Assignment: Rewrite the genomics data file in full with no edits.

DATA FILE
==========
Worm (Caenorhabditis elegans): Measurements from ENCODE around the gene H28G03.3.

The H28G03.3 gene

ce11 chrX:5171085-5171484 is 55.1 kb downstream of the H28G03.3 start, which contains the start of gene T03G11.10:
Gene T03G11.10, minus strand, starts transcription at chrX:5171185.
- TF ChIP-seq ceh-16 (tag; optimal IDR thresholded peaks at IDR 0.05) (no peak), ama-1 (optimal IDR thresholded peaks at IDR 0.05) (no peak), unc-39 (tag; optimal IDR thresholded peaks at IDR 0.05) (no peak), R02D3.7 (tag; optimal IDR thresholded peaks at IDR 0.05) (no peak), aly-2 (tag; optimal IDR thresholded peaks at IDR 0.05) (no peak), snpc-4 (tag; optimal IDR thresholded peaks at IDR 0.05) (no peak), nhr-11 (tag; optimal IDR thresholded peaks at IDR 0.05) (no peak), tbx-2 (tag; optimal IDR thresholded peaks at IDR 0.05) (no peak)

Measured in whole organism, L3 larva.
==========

Worm (Caenorhabditis elegans): Measurements from ENCODE around the gene H28G03.3.

The H28G03.3 gene

ce11 chrX:5171085-5171484 is 55.1 kb downstream of the H28G03.3 start, which contains the start of gene T03G11.10:
Gene T03G11.10, minus strand, starts transcription at chrX:5171185.
- TF ChIP-seq ceh-16 (tag; optimal IDR thresholded peaks at IDR 0.05) (no peak), ama-1 (optimal IDR thresholded peaks at IDR 0.05) (no peak), unc-39 (tag; optimal IDR thresholded peaks at IDR 0.05) (no peak), R02D3.7 (tag; optimal IDR thresholded peaks at IDR 0.05) (no peak), aly-2 (tag; optimal IDR thresholded peaks at IDR 0.05) (no peak), snpc-4 (tag; optimal IDR thresholded peaks at IDR 0.05) (no peak), nhr-11 (tag; optimal IDR thresholded peaks at IDR 0.05) (no peak), tbx-2 (tag; optimal IDR thresholded peaks at IDR 0.05) (no peak)

Measured in whole organism, L3 larva.